Ten Terrific Things in Tennis in 2018

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As tennis finally enters its all too brief off-season, our resident tennis historian, Martin Keady, looks back at some of the highlights of the 2018 season.

If 2017 felt a little like 2007, at least on the men’s side as Roger Federer and Rafael Nadal shared the year’s Majors between them, 2018 felt a little like…well, 2008, the year in which Novak Djokovic won his first Major and first showed he could break the Federer-Nadal duopoly. Indeed, Djokovic’s comeback this year, in which he won the Wimbledon and US Open and almost went unbeaten for the entire second half of the season, was arguably even more impressive than those of Federer and Nadal the year before.

There were no such feelings of déjà vu in women’s tennis, as there were four different winners of this year’s Majors, three of them by first-time Major winners. As Serena Williams struggles to regain her previous supremacy of the women’s game after giving birth, the women’s game is thrillingly unpredictable and perhaps more genuinely open than at any time since the start of the Open Era half a century ago.

Here are 10 terrific things from tennis in 2018.


It had been feared that Caroline Wozniacki might become another Dinara Safina or Jelena Janković, a World No.1 who never won the Major that would legitimise that ranking. Like Safina and Janković, she had reached Grand Slam Finals before (she was runner-up at the US Open in 2009 and 2014), but she had never produced her best form in one. However, all that changed at the Australian Open this year.

Her opponent in the Australian Open Final was Simona Halep, another prodigious talent trying to get the Major monkey off her back, and between them they produced a classic that, in the searing Australian heat, ultimately left Halep hospitalised. Fortunately, she recovered sufficiently to win her own first Major in Paris in the spring.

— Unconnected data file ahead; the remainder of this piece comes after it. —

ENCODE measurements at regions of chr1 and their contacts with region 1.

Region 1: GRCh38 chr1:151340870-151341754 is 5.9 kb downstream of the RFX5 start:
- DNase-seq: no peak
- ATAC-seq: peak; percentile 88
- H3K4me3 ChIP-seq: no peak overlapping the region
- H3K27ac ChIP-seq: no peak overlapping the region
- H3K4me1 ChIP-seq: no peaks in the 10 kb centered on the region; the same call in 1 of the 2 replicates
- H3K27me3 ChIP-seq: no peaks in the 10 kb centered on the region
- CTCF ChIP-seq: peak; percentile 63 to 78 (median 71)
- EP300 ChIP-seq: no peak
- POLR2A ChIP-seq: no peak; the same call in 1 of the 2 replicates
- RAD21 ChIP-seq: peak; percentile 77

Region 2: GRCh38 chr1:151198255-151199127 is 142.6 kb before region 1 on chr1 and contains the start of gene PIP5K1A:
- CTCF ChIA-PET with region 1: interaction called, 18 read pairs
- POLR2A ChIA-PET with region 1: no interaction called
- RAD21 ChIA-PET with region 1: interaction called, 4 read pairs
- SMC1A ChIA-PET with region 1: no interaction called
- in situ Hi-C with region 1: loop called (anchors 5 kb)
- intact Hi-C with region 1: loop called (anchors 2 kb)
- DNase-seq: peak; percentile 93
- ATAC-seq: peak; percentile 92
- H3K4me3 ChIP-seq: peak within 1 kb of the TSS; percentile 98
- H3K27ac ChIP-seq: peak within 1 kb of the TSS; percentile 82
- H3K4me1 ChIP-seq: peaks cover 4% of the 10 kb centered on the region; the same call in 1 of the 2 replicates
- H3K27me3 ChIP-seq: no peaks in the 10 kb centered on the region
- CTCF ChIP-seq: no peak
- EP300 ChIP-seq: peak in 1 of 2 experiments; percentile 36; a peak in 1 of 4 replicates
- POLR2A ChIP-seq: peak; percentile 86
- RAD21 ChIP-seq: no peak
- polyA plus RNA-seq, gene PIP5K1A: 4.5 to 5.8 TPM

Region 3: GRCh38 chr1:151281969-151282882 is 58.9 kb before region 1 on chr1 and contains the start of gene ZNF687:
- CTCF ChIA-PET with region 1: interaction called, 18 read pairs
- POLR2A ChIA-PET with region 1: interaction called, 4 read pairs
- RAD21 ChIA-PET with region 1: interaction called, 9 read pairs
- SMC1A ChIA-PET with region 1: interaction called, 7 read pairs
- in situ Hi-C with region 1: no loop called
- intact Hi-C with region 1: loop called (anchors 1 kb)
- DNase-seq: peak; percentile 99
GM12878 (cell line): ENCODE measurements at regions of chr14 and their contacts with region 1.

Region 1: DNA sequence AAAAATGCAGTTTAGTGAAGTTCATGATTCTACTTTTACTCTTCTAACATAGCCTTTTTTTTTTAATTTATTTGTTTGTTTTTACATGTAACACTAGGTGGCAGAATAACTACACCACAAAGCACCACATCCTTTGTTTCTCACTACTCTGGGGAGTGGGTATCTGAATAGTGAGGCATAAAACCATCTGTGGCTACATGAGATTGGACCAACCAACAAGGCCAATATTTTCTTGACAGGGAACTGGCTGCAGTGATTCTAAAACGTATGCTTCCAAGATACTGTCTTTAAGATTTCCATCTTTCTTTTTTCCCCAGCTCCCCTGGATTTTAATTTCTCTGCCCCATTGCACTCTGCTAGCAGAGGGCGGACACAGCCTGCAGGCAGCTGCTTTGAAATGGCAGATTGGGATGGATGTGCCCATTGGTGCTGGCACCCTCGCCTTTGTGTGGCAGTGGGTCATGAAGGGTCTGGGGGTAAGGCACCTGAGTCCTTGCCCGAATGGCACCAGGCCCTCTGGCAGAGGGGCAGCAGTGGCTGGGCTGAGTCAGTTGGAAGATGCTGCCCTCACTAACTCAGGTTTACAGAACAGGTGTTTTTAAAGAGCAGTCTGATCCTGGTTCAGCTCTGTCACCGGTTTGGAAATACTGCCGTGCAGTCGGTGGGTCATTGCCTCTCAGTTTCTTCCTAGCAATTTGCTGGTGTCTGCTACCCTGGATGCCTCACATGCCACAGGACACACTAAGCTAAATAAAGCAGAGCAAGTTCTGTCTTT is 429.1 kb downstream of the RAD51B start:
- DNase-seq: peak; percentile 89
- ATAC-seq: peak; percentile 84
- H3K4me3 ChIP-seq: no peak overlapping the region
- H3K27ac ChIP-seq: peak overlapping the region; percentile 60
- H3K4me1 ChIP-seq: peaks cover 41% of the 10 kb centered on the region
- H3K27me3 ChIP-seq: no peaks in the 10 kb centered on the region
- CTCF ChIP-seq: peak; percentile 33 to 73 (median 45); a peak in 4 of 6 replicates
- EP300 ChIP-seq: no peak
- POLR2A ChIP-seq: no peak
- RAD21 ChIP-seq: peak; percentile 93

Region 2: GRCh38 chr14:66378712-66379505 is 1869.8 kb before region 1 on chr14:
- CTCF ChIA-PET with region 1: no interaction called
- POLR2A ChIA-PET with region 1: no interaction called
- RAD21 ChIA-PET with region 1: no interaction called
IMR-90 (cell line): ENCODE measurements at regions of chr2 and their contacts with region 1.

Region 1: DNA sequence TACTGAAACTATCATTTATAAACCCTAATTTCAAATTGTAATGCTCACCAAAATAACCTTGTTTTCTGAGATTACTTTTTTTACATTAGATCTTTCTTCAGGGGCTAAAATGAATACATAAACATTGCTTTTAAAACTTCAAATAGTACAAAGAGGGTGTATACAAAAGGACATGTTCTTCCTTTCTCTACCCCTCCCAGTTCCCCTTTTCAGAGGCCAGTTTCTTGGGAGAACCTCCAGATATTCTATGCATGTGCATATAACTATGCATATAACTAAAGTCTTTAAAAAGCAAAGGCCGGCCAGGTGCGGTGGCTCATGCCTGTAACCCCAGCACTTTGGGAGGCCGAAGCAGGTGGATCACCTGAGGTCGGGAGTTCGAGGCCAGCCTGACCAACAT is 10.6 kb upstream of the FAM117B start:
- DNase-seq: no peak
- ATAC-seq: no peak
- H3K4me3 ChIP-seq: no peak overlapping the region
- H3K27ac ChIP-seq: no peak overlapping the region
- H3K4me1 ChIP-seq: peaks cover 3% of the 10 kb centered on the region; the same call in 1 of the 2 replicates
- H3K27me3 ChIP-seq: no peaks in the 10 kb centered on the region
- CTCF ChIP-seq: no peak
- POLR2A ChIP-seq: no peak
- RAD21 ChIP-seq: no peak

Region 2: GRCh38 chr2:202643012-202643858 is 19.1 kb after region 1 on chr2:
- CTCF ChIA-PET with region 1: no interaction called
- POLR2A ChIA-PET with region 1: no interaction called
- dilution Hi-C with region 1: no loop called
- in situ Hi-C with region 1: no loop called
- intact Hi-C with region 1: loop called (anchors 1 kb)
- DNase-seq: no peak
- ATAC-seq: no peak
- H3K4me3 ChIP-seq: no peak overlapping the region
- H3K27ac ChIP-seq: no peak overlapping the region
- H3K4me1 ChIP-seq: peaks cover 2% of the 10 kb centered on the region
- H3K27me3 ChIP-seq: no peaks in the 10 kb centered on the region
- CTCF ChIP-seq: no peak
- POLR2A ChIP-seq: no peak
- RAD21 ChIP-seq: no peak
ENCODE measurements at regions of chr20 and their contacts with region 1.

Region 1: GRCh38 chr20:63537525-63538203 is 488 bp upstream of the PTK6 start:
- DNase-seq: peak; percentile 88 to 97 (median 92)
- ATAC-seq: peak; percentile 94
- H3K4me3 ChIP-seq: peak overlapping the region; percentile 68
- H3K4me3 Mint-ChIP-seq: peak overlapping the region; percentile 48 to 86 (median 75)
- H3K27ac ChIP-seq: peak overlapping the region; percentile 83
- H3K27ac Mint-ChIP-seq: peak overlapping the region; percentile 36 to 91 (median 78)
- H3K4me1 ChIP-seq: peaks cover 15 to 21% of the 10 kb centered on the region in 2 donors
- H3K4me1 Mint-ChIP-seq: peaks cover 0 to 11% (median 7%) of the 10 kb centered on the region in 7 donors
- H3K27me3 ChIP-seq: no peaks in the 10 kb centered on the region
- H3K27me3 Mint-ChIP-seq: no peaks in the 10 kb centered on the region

For Wozniacki, the moment of triumph that she had waited so long for finally arrived in Melbourne, and both the tennis world (which had long recognised her great talent and even greater fighting spirit) and the wider world (which had been shocked and appalled by Rory McIlroy’s very public rejection of her after they had sent out their wedding invitations) rejoiced with her.


For Wozniacki, the Australian Open 2018 was her first Slam; for Roger Federer, it was his 20th. In the process, he generated perhaps the single-most stunning tennis statistic (tennistic?) of the year, namely that in the 50 years since tennis had become fully professional he had won 10% of all the men’s Majors played in that time. It was a stat that marked both the sport’s remarkable progression since 1968 (from a largely amateur sport that lacked the profile of other major individual sports such as golf and boxing to undoubtedly the greatest individual sport in the world) and Federer’s own singular contribution to that progression.

At the end of 2018, however, it increasingly appears that Federer’s stellar start to the year may just have been his last hurrah on the Grand Slam stage. Unlike in 2017, when he won two Majors (the Australian Open and Wimbledon) and played for the first six months of it arguably the best tennis that he or any other man has ever produced, for the rest of 2018 he never reached the heights he had scaled in Melbourne. He did become the oldest ever World No.1 after winning in Rotterdam in February, but thereafter he lost to Kevin Anderson in the quarterfinal at Wimbledon (after being two sets up) and then, even more surprisingly, to Australian journeyman John Millman in the US Open.

Toni Nadal, Rafa’s uncle and former coach, has already gone on record as saying that he does not believe that Federer will win another Major, and his is obviously an expert (if not exactly unbiased) opinion. Federer has certainly been written off before, especially during the near five-year Major drought that he experienced between winning Wimbledon in 2012 and triumphing in Melbourne in 2017. However, he knows that he now faces a double threat to his status, not only from the other members of the great “trivalry” of tennis (Nadal and Djokovic) but from the younger players (such as Alexander Zverev and Borna Coric) who are finally beginning to show potential Major-winning form.


The third of the hat-trick of delights from this year’s Australian Open was not as universally hailed or celebrated as the victories of Wozniacki and Federer, but for British tennis fans it was actually far more important. It was the run to the semi-final of Kyle Edmund, which finally gave those fans hope that there might just be cause for hope after Andy Murray, who spent almost the whole of 2018 trying to recover from hip surgery.